Global semiconductor industry revenue is expected to drop by 11.2% this year, according to a new Gartner forecast. It blames “economic headwinds” and weak end-market electronics demand. The prediction comes as chip giants post mixed financial results with Samsung betting on a strong second half to the year after it reported a record loss from its semiconductor division.
Last year the global semiconductor market was worth $599.6bn, showing 0.2% growth on the previous year, but the short-term outlook for 2023 isn’t good according to Gartner. The analyst company’s latest semiconductor revenue forecast predicts an 11.2% drop this year, but 18.5% growth in 2024.
“As economic headwinds persist, weak end-market electronics demand is spreading from consumers to businesses, creating an uncertain investment environment,” said Richard Gordon, practice vice president at Gartner. “In addition, an oversupply of chips which is elevating inventories and reducing chip prices is accelerating the decline of the semiconductor market this year.”
A significant proportion of the decline is coming from the memory sector which is struggling with a combination of overcapacity and excess inventory. Gartner predicts this is going to continue to put pressure on average selling prices in 2023 but will see a significant rebound in 2024 in line with the rest of the sector.
The memory chip market is dealing with overcapacity and excess inventory, which will continue to put significant pressure on average selling prices in 2023. The memory market is projected to total $92.3bn, a decline of 35.5% in 2023. However, it is on pace to rebound in 2024 with a 70% increase.
The semiconductor industry’s long-term challenges
“The semiconductor industry is facing a number of long-term challenges in the decade to come,” said Gordon. “The past decades of high volume, high-dollar content market drivers are coming to an end, notably in the PC, tablet and smartphone markets where technology innovation is lacking.”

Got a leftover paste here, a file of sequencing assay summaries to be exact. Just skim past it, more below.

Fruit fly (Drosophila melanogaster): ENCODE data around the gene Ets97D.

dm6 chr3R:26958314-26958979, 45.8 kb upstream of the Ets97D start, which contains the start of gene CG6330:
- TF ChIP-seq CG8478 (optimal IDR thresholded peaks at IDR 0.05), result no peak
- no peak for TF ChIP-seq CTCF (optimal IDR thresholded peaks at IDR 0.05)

Chips are “increasingly seen as a national security issue,” said Gordon. “Governments around the world are scrambling to build self-sufficiency in the semiconductor and electronics supply chain. This is leading the incentivisation of onshoring initiatives across the world.”
Recent years have seen the US and Europe develop multi-billion dollar chip investment plans to try and reduce the reliance on a small group of suppliers based in South East Asia, which was highlighted during the 2021 global chip shortage. Exports controls placed on China by the US and its allies as part of an ongoing trade war, and Beijing’s long-stated ambition to invade Taiwan, home to the world’s largest chip producer, TSMC, have added to the industry’s problems.
The market as a whole is also changing, becoming more fragmented than has been the case in the past. Gartner predicts the smartphone, PC and tablet market will stagnate, representing 31% of semiconductor revenue this year. Gordon says these markets “have saturated and become replacement markets devoid of compelling technology innovation.”
The fragmentation will come from other industries more rapidly innovating. Gordon cites the automotive and industrial sectors as areas where chipmakers will see revenue growth. Gartner forecasts a 13.8% increase to $76.9bn in 2023.
“End-market demand will be less exposed to consumer discretionary spending and more exposed to business capital spending. Supply chains will be more complex with many more intermediaries involved and varied channels to market, and to satisfy different end-market requirements, different types of capacity will be required,” said Gordon.
The decline in revenue prediction for 2023 but predicted spike in 2024 is mirrored in results being posted by companies like Samsung and STMicroelectronics, both of which revealed quarterly financial figures today.
STMicro saw a 20% increase in revenues in the first quarter of the year, defying signs of a wider slowdown in the sector. CEO Jean-Marc Cherry told investors the end market being served is driving different dynamics. "Based on our leadership position, strategic approach and current visibility, we anticipate another year of revenue growth and profitability," Cherry.
Samsung's results more closely matched the predictions, reporting a record $3.4bn loss in its semiconductor division driven by a glut in chips and weak demand.
However, executive VP Jaejune Kim predicts a second-half recovery for the semiconductor businesses, albeit smaller for memory as data centre owners invest more conservatively in upgrading capacity. In the longer term electric vehicle, AI and high-performance computing will drive higher demand, the company said.